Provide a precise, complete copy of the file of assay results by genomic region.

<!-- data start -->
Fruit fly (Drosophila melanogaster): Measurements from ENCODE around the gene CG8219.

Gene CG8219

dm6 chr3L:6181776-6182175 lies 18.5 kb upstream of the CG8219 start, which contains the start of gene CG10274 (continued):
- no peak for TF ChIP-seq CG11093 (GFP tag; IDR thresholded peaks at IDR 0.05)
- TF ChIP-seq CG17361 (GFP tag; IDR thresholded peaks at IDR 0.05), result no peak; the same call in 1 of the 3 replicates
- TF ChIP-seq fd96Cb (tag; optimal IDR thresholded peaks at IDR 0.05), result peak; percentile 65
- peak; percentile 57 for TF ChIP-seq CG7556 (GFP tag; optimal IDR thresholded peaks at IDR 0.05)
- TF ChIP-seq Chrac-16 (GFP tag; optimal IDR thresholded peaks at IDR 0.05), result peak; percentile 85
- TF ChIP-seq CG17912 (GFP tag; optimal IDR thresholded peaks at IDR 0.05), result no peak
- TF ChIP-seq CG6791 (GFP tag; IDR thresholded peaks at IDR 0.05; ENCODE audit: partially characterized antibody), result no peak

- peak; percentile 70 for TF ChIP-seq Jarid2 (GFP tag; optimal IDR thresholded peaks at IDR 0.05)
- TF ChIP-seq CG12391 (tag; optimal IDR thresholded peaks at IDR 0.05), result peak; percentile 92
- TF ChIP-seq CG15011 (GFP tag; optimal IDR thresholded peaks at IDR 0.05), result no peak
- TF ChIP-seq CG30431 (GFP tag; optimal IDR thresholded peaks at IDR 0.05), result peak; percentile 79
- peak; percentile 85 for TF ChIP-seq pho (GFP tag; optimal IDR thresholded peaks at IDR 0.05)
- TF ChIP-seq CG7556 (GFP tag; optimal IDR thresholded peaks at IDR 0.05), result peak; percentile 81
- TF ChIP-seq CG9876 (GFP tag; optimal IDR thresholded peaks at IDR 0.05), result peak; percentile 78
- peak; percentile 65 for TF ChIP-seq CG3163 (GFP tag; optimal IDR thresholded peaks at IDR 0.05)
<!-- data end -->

Fruit fly (Drosophila melanogaster): Measurements from ENCODE around the gene CG8219.

Gene CG8219

dm6 chr3L:6181776-6182175 lies 18.5 kb upstream of the CG8219 start, which contains the start of gene CG10274 (continued):
- no peak for TF ChIP-seq CG11093 (GFP tag; IDR thresholded peaks at IDR 0.05)
- TF ChIP-seq CG17361 (GFP tag; IDR thresholded peaks at IDR 0.05), result no peak; the same call in 1 of the 3 replicates
- TF ChIP-seq fd96Cb (tag; optimal IDR thresholded peaks at IDR 0.05), result peak; percentile 65
- peak; percentile 57 for TF ChIP-seq CG7556 (GFP tag; optimal IDR thresholded peaks at IDR 0.05)
- TF ChIP-seq Chrac-16 (GFP tag; optimal IDR thresholded peaks at IDR 0.05), result peak; percentile 85
- TF ChIP-seq CG17912 (GFP tag; optimal IDR thresholded peaks at IDR 0.05), result no peak
- TF ChIP-seq CG6791 (GFP tag; IDR thresholded peaks at IDR 0.05; ENCODE audit: partially characterized antibody), result no peak

- peak; percentile 70 for TF ChIP-seq Jarid2 (GFP tag; optimal IDR thresholded peaks at IDR 0.05)
- TF ChIP-seq CG12391 (tag; optimal IDR thresholded peaks at IDR 0.05), result peak; percentile 92
- TF ChIP-seq CG15011 (GFP tag; optimal IDR thresholded peaks at IDR 0.05), result no peak
- TF ChIP-seq CG30431 (GFP tag; optimal IDR thresholded peaks at IDR 0.05), result peak; percentile 79
- peak; percentile 85 for TF ChIP-seq pho (GFP tag; optimal IDR thresholded peaks at IDR 0.05)
- TF ChIP-seq CG7556 (GFP tag; optimal IDR thresholded peaks at IDR 0.05), result peak; percentile 81
- TF ChIP-seq CG9876 (GFP tag; optimal IDR thresholded peaks at IDR 0.05), result peak; percentile 78
- peak; percentile 65 for TF ChIP-seq CG3163 (GFP tag; optimal IDR thresholded peaks at IDR 0.05)